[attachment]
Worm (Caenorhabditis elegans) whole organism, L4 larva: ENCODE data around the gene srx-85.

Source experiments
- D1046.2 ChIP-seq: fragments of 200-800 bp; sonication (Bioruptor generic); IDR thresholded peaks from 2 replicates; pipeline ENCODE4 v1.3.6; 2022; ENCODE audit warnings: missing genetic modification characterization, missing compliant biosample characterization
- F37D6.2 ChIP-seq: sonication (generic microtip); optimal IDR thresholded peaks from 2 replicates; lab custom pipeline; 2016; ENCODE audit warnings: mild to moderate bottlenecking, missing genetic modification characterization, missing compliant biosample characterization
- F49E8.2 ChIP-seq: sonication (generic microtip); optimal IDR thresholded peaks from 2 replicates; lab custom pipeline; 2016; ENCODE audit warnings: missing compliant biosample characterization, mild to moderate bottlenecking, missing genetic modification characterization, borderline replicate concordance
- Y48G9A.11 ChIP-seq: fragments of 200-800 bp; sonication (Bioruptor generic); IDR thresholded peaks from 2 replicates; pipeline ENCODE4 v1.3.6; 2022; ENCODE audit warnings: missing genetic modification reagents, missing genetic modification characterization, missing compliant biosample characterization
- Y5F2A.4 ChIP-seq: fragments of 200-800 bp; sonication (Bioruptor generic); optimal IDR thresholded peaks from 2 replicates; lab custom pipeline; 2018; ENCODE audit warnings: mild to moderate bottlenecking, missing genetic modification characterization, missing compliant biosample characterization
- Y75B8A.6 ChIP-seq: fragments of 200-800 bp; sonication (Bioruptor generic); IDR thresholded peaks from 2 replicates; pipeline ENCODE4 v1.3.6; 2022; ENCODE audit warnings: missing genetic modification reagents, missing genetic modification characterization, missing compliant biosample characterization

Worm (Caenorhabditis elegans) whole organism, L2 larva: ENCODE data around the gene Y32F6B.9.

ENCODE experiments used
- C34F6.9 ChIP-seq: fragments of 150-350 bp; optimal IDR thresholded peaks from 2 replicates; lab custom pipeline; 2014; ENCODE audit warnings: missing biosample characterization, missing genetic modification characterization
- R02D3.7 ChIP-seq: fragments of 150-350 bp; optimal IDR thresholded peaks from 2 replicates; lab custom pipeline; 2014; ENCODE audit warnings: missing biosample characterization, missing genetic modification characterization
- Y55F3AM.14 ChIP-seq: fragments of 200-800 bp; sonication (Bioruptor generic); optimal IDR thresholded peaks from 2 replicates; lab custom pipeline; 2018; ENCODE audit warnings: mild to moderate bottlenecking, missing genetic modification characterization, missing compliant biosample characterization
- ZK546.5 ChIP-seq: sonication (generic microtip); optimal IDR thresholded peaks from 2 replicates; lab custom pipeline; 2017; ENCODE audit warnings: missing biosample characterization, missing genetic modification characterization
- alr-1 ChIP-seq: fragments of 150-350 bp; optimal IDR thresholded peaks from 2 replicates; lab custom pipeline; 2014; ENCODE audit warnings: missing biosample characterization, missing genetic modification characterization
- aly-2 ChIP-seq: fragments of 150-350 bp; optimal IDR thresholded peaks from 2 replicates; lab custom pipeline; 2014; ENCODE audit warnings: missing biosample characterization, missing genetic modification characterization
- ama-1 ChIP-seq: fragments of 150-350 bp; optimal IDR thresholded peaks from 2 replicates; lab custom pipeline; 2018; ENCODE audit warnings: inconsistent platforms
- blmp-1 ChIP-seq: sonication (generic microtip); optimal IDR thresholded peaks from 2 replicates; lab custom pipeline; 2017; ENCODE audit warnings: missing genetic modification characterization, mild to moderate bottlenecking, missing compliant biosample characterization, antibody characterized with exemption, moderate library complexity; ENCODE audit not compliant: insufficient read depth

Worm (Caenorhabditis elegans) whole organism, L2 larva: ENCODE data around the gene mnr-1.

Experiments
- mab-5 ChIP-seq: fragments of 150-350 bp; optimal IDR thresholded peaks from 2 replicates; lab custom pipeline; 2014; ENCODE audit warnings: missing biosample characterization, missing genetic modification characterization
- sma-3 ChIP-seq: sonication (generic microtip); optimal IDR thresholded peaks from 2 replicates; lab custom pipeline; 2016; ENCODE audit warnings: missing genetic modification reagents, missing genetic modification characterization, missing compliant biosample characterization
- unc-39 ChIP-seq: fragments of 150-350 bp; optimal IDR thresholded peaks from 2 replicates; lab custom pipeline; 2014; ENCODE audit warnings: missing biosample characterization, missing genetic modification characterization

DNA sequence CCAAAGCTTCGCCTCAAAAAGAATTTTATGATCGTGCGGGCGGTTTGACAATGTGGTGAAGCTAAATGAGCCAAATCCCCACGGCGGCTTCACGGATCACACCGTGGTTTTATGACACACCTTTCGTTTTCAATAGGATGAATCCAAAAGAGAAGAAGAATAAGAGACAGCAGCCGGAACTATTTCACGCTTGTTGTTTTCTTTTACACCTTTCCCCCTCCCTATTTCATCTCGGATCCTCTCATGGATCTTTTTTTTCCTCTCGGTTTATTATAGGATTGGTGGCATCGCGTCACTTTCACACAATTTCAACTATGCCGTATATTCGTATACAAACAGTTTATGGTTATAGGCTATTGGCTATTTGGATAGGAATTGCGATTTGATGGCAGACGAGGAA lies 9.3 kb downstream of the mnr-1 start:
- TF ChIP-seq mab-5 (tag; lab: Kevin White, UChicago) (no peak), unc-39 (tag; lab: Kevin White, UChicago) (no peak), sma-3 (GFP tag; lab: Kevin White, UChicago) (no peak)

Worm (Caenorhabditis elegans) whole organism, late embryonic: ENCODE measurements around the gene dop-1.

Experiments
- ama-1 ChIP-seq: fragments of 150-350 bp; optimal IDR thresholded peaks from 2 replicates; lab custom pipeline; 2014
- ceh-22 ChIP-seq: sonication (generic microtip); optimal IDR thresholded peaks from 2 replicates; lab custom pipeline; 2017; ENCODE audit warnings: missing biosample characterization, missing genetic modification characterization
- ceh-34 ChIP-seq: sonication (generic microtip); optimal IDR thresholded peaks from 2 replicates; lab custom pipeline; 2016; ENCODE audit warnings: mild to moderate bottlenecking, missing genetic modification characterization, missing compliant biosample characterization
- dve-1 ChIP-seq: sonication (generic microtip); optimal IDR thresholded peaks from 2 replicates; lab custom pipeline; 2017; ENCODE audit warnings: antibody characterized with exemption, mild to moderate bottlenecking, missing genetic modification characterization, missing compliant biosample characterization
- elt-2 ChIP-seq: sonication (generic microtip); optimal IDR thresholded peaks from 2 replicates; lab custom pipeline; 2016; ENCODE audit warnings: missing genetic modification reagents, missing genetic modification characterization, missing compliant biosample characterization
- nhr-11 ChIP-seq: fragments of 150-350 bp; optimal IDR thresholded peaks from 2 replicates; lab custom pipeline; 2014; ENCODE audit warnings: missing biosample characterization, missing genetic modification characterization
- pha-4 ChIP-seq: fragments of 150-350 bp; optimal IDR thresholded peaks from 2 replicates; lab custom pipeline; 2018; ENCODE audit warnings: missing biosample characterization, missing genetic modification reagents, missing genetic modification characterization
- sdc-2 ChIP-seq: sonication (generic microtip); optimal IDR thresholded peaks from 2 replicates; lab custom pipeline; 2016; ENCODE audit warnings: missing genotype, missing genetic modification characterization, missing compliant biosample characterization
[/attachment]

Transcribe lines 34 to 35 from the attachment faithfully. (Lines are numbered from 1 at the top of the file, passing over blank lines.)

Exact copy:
- pha-4 ChIP-seq: fragments of 150-350 bp; optimal IDR thresholded peaks from 2 replicates; lab custom pipeline; 2018; ENCODE audit warnings: missing biosample characterization, missing genetic modification reagents, missing genetic modification characterization
- sdc-2 ChIP-seq: sonication (generic microtip); optimal IDR thresholded peaks from 2 replicates; lab custom pipeline; 2016; ENCODE audit warnings: missing genotype, missing genetic modification characterization, missing compliant biosample characterization